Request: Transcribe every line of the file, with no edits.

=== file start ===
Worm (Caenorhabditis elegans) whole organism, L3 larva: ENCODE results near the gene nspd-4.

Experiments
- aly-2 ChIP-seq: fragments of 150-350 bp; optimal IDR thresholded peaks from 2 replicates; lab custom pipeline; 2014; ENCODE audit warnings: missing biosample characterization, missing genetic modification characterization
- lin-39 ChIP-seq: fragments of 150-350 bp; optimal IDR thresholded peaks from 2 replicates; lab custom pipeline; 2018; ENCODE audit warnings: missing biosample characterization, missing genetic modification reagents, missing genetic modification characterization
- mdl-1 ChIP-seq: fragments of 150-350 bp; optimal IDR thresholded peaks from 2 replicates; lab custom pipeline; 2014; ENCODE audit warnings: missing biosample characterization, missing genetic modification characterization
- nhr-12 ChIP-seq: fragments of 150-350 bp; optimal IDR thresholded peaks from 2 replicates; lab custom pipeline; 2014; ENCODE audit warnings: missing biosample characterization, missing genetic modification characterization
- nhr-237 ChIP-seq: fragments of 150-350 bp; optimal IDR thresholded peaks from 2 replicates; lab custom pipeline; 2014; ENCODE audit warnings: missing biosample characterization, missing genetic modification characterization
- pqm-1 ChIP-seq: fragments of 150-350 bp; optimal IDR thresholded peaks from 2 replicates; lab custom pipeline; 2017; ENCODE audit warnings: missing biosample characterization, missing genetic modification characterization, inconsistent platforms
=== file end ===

Worm (Caenorhabditis elegans) whole organism, L3 larva: ENCODE results near the gene nspd-4.

Experiments
- aly-2 ChIP-seq: fragments of 150-350 bp; optimal IDR thresholded peaks from 2 replicates; lab custom pipeline; 2014; ENCODE audit warnings: missing biosample characterization, missing genetic modification characterization
- lin-39 ChIP-seq: fragments of 150-350 bp; optimal IDR thresholded peaks from 2 replicates; lab custom pipeline; 2018; ENCODE audit warnings: missing biosample characterization, missing genetic modification reagents, missing genetic modification characterization
- mdl-1 ChIP-seq: fragments of 150-350 bp; optimal IDR thresholded peaks from 2 replicates; lab custom pipeline; 2014; ENCODE audit warnings: missing biosample characterization, missing genetic modification characterization
- nhr-12 ChIP-seq: fragments of 150-350 bp; optimal IDR thresholded peaks from 2 replicates; lab custom pipeline; 2014; ENCODE audit warnings: missing biosample characterization, missing genetic modification characterization
- nhr-237 ChIP-seq: fragments of 150-350 bp; optimal IDR thresholded peaks from 2 replicates; lab custom pipeline; 2014; ENCODE audit warnings: missing biosample characterization, missing genetic modification characterization
- pqm-1 ChIP-seq: fragments of 150-350 bp; optimal IDR thresholded peaks from 2 replicates; lab custom pipeline; 2017; ENCODE audit warnings: missing biosample characterization, missing genetic modification characterization, inconsistent platforms